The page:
RHS responds to criticisms of 'Perfect for Pollinators'

The Royal Horticultural Society has admitted to reviewing its 'Perfect for Pollinators' scheme, after research showed plants in garden centres contained a mixture of pesticides which could harm the pollinators.
Bee on flowers

The RHS writes: "We care passionately about a healthy future for our bees and other pollinators, which is why we created the 'Perfect for Pollinators' logo – to help people select the best plants to support these important insects.

However, we have been reviewing this initiative following a study of UK garden centre plants, which revealed that some plants carrying the pollinator friendly label contained traces of pesticides."

The RHS admits that it cannot monitor the way in which each individual plant is grown across the country's garden centres. "We are a charity and cannot possibly police how hundreds of thousands of plants are grown within the horticultural trade, in the UK and across Europe, before the point of sale. We are, therefore, considering the future of the logo and whether we should withdraw it from the market."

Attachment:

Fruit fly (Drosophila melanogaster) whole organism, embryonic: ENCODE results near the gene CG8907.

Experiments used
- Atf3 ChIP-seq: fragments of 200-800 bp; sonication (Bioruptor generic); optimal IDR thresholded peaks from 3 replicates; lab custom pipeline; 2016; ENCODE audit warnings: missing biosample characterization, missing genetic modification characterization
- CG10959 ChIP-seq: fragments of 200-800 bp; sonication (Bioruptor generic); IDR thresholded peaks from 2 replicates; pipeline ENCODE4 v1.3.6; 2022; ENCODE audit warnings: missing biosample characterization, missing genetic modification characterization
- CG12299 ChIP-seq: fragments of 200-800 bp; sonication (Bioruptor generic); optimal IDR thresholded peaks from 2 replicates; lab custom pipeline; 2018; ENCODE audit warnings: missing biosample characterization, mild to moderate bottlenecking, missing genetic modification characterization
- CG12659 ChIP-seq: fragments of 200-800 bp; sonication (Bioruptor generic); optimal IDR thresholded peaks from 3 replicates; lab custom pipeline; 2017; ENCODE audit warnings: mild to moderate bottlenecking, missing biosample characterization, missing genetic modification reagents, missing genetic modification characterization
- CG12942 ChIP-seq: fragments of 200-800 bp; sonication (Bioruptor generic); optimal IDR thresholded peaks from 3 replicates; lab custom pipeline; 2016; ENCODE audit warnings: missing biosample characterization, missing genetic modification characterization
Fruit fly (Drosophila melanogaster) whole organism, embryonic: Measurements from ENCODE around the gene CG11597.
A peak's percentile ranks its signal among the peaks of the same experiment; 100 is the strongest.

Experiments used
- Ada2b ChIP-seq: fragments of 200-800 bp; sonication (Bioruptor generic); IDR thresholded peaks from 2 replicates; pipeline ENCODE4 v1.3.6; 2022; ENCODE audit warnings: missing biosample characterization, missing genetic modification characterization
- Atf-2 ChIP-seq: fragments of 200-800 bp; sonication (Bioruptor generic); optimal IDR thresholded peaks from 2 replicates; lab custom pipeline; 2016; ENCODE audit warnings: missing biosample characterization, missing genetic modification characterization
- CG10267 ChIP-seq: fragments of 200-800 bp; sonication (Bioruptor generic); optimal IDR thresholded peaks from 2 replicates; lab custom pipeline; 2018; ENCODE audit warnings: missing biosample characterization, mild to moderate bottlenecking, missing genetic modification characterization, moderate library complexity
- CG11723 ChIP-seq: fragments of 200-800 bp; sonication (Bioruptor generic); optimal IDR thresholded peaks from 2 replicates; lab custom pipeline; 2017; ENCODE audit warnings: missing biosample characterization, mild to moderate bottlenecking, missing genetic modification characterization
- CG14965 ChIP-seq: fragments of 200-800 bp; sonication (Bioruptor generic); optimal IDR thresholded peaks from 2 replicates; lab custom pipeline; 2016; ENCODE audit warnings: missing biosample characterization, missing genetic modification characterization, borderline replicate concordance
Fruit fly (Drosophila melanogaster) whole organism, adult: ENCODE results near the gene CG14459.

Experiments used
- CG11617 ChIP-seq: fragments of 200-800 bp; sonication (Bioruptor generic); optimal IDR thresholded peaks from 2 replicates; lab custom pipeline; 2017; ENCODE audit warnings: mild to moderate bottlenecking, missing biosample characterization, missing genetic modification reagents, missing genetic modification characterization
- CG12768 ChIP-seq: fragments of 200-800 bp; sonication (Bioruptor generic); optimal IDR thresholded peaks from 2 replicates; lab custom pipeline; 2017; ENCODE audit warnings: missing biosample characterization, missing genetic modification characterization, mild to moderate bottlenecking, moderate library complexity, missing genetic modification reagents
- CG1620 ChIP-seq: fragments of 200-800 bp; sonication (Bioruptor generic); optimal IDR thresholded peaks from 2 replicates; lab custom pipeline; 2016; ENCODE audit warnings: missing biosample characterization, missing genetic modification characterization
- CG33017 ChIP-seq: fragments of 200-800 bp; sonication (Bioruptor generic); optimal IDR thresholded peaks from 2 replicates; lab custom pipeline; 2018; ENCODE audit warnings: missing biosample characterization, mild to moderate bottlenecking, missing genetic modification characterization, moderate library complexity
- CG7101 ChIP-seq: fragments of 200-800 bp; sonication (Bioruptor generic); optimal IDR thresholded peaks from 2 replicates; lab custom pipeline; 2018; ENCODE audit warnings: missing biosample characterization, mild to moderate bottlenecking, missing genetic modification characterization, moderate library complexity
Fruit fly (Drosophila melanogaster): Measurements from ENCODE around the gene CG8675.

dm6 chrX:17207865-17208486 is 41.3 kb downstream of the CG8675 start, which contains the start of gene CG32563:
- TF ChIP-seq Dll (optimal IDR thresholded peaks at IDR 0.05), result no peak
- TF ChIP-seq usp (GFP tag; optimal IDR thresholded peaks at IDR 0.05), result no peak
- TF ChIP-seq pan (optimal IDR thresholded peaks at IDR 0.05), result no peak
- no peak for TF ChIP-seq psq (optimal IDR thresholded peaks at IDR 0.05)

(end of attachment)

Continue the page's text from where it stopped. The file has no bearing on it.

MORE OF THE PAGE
"We need more time to continue to explore options for the 'Perfect for Pollinators' logo to make the best decision for our precious bees and other pollinators. We want to continue to promote the planting of flowering plants for bees and other pollinators and are working towards the best route to do this practically."

Garden Organic recommends these top ten plants as being helpful to pollinators and other beneficial insects:

Buddleja, comfrey, cowslip, common poppy, cornflower, fennel, foxglove, forget-me-not, greater knapweed, ivy, and lavender.

Certain weeds are also helpful - such as thistle and dandelion - the latter providing an important source of nectar early in the year for insects.

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